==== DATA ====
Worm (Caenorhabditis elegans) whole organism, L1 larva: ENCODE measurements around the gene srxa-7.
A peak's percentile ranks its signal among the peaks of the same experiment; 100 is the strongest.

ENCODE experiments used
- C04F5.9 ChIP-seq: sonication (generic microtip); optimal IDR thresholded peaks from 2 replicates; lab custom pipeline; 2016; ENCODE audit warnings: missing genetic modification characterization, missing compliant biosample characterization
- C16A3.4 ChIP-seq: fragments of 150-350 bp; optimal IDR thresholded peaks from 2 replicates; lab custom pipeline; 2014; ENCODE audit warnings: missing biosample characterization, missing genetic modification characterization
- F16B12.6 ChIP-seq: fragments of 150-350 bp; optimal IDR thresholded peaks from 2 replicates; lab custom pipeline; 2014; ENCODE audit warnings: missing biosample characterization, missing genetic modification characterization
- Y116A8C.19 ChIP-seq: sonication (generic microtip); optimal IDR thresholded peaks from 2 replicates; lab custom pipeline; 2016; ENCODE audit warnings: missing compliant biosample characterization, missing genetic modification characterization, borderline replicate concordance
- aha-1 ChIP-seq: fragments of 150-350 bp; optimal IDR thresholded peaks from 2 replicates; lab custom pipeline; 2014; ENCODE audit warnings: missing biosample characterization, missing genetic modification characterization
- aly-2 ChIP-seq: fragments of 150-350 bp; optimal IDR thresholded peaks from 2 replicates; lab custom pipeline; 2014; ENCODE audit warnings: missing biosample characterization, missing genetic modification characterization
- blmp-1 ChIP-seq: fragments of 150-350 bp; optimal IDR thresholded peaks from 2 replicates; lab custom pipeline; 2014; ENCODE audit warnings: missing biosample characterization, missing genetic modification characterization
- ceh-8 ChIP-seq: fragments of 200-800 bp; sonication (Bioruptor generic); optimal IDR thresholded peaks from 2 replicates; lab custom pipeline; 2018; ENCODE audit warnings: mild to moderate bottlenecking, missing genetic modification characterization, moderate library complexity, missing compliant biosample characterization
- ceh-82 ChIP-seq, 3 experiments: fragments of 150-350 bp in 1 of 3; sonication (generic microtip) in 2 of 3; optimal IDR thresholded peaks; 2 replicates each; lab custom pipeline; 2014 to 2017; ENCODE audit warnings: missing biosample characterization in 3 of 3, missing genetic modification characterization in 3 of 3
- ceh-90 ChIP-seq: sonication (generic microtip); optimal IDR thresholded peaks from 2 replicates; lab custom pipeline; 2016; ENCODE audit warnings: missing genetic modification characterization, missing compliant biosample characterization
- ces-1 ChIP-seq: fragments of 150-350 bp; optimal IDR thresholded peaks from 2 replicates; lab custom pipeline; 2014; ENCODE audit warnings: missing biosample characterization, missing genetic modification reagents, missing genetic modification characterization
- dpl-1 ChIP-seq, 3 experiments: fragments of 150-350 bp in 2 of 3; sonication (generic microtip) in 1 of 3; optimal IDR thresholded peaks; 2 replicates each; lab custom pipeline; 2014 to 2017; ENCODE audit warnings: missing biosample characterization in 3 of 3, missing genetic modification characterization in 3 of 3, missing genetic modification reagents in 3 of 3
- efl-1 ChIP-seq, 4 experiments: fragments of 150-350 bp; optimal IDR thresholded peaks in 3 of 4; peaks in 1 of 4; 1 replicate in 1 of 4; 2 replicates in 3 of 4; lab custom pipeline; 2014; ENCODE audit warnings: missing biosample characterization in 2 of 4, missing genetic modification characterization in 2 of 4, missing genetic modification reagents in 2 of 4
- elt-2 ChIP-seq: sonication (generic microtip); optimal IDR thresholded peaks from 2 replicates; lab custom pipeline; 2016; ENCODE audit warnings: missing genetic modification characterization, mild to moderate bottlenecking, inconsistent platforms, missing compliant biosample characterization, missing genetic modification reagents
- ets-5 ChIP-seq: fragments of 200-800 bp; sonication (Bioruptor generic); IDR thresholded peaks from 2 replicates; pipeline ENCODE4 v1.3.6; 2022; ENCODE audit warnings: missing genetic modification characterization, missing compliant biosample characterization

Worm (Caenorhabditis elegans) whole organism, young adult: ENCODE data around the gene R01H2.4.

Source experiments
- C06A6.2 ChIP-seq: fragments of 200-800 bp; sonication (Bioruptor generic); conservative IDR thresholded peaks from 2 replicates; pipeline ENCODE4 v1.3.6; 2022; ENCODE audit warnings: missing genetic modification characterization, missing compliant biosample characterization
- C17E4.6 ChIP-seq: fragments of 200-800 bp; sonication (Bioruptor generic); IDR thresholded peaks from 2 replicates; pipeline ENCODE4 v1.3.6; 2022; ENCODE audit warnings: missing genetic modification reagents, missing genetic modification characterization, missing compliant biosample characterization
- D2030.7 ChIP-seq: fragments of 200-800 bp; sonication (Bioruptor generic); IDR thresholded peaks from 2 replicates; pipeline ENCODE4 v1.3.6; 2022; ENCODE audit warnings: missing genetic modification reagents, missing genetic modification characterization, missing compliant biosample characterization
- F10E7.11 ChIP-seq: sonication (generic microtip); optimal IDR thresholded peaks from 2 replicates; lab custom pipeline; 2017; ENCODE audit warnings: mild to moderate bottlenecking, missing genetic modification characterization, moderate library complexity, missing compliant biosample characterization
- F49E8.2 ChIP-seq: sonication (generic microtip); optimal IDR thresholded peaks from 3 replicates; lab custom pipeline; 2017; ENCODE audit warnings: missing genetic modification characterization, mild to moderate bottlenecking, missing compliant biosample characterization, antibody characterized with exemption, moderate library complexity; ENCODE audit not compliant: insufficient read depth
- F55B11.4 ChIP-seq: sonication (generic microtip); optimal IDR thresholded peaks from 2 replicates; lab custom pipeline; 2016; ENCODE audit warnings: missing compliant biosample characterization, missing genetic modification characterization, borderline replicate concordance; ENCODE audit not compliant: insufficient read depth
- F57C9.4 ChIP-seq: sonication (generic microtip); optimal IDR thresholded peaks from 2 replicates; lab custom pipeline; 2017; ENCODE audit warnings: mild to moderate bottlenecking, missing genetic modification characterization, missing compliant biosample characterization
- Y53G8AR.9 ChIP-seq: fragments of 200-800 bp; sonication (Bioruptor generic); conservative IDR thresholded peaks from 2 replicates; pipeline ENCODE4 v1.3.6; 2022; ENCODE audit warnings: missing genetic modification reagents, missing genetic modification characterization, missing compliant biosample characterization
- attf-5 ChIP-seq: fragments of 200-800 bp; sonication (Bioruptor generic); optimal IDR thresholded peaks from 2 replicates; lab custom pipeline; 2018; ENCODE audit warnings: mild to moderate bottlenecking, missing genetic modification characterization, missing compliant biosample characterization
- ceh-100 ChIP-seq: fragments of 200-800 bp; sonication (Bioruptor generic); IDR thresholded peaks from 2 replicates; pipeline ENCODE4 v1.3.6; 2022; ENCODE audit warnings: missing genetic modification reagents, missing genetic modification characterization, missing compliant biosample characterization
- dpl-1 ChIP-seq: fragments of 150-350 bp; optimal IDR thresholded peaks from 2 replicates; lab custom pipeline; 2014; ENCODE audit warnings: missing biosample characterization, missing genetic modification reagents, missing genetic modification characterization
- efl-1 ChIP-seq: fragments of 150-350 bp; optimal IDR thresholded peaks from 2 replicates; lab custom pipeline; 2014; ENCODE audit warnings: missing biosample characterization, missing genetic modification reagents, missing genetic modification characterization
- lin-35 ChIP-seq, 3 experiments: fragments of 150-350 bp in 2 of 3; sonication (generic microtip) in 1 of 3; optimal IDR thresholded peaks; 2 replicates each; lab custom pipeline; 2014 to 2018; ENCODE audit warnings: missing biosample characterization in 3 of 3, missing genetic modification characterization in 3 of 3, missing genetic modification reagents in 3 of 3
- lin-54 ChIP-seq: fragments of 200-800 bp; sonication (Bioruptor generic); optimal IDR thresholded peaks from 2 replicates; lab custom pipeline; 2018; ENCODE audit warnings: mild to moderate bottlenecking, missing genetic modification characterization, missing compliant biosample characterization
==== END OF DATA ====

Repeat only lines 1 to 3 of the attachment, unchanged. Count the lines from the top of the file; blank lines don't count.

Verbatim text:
Worm (Caenorhabditis elegans) whole organism, L1 larva: ENCODE measurements around the gene srxa-7.
A peak's percentile ranks its signal among the peaks of the same experiment; 100 is the strongest.

ENCODE experiments used